The importance of relationships was the overarching theme.   Melanie Ramey’s scholar, Matida Bojang (UW–Milwaukee Pre-Pharmacy) shared that this program is making her dreams come true.  Ryia Steps (Alcorn State Psychology)  connected on many levels with her mentor, Teresa Holmes.  They love coffee and talk about everything.  Jose Rodriguez (UW Madison Psychology) has forged a relationship with Rob Van den Berg; Liliana Teniente’s (UW Madison Biology) mentor, Dennis Cooley gave her books to read such as “Grit–a Story in Perseverance.”  Donna Beestman’s scholar, Reyna Groff (UW Madison Art) shared she enjoys meeting with someone outside of school.   Rahim Ansari (UW Madison Chemical Engineering) met his mentor, Stan Kitson, through Memorial High School’s Interact program.  Stan commented that he can’t wait to see where he goes!  And my scholar, Cynthia Maduka (UW Milwaukee Communications) has been introduced to a Milwaukee newscaster to further Cynthia’s career in broadcasting.

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Photo 1: Dom Petty & Stacy Nemeth; Photo 2: from left: Leen Bnyat, Melanie Ramey, Matida Bojang, Hannah Kwiatkowski & Sarah Best

The highlight of the program occurred when co-chairs Cheryl Wittke and Ellie Schatz called for introductions.  It was an impressive group of scholars ranging in majors from STEM to the liberal arts and everything in between.  Teresita Torrence from Madison College explained the resources available to students in their student development center.  Bob Shumaker reminded everyone to follow the Madison Rotary Mentor-Scholar Facebook (FB) page; Linda Baldwin offered $10 tickets to the Overture Center for the Arts by signing up through the Club 10 link on the FB page; and Dean Nelson announced the Summer Picnic on July 1.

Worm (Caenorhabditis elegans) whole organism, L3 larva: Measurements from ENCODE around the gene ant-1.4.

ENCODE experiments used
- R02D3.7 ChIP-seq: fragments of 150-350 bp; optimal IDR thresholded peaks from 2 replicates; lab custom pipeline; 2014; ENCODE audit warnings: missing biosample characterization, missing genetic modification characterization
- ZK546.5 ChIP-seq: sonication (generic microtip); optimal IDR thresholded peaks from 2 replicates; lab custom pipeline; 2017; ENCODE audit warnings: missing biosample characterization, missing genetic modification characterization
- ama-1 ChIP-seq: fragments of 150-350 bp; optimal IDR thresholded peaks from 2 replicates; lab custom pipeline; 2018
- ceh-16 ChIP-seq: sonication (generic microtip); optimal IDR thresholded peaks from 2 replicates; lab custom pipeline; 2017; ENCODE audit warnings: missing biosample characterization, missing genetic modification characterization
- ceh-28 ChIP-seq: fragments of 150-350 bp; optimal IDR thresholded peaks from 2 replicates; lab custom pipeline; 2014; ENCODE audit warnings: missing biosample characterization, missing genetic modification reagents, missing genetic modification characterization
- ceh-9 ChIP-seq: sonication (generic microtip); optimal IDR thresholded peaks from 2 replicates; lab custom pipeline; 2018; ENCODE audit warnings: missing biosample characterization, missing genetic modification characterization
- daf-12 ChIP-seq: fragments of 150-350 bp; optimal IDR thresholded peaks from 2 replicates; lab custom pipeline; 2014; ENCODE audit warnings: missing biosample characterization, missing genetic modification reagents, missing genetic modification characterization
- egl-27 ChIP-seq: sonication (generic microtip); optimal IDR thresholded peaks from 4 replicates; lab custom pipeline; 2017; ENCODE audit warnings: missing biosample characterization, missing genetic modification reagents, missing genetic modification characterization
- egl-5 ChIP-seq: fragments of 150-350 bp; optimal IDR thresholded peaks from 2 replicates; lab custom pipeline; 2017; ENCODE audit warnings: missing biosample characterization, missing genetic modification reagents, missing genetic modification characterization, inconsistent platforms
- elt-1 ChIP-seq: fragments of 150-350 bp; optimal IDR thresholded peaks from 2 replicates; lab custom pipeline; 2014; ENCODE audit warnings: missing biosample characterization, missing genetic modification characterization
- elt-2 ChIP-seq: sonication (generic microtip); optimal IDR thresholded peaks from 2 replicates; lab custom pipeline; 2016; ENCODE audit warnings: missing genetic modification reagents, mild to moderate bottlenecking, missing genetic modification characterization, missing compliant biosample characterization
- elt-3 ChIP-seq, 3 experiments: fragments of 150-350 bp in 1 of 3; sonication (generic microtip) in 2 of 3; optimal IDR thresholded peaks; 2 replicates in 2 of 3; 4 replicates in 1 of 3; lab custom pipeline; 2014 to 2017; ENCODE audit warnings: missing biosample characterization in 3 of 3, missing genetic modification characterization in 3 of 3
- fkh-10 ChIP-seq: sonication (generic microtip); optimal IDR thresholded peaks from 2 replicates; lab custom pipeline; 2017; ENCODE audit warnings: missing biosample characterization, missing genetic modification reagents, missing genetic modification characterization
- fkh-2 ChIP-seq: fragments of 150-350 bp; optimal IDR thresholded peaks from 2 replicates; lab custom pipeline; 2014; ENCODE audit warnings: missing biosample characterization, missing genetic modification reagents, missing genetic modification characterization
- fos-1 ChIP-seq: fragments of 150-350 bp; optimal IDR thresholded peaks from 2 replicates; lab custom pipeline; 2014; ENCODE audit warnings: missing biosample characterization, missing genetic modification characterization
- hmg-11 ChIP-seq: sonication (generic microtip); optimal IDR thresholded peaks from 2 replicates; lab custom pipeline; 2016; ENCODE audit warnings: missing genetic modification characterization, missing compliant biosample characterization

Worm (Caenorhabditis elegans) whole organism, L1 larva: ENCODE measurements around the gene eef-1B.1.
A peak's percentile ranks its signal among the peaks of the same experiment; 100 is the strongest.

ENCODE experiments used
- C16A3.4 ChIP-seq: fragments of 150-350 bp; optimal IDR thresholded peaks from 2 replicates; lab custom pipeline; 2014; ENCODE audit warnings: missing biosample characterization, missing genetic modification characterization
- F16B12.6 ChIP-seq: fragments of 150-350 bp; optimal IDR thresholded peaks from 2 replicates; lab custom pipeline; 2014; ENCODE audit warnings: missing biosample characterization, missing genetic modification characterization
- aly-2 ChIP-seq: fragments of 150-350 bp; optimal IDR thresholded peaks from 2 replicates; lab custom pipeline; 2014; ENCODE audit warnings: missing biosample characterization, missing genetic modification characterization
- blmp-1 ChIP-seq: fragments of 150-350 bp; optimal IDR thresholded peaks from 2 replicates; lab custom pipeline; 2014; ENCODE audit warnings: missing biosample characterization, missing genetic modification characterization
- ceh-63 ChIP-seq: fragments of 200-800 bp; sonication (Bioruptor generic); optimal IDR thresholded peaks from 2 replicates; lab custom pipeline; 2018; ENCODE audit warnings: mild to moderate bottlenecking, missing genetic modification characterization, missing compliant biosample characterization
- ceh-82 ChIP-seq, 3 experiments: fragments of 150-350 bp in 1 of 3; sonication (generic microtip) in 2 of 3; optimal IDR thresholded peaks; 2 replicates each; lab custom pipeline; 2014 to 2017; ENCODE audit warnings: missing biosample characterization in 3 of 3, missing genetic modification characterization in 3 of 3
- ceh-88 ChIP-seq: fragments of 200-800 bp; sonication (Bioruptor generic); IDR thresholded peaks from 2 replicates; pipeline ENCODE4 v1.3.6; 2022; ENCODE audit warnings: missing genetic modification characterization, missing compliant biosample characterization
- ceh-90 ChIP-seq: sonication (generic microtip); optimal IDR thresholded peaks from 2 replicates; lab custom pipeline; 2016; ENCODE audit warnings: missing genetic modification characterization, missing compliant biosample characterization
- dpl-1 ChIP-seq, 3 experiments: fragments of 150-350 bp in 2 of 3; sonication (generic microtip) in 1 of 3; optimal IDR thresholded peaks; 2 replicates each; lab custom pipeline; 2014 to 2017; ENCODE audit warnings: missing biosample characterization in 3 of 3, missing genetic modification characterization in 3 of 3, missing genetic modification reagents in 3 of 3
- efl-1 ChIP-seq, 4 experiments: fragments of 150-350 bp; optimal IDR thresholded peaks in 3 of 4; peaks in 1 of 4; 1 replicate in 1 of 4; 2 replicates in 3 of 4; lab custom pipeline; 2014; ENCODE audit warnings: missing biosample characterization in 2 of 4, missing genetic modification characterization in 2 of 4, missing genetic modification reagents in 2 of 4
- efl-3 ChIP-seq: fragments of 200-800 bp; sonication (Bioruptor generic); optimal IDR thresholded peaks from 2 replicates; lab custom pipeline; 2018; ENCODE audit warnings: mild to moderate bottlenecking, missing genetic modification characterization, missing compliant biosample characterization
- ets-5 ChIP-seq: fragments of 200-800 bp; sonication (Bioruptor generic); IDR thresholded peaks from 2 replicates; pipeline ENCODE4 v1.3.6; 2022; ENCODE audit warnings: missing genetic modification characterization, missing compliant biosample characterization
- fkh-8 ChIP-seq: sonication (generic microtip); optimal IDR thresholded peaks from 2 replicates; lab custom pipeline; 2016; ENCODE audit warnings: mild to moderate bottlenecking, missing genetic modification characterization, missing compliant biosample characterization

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Photo 1: from left: Becky Steinhoff, Jana Hvorat & Joy Gander; Photo 2: from left: Tenzin Kunsel, Jim Christensen, Eddie Larson & Majid Sarmadi

The group adjourned to the Rotary meeting for more conversation and Charlie Sykes’ presentation.

For more photos, visit our Madison Rotary Mentor-Scholar Group on Facebook.

Our Madison Rotary Foundation awards college scholarship assistance to 25 students per year to assist them during their four years of college, so we have 100 scholars in college each year.  Nearly all of our scholars are connected to a Rotary member who serves as a mentor during their college years.  Since many students are on break this week, we invited scholars to attend our Rotary luncheon on January 3.  It was a great opportunity to check-in with our scholars, and they had a chance to connect with their Rotary mentors.  We enjoyed hosting our scholars and wish them all the best as they head back to college later this month.  Our thanks to Dean Nelson, Ellie Schatz and Cheryl Wittke for organizing this gathering of scholars and mentors just before our Rotary luncheon.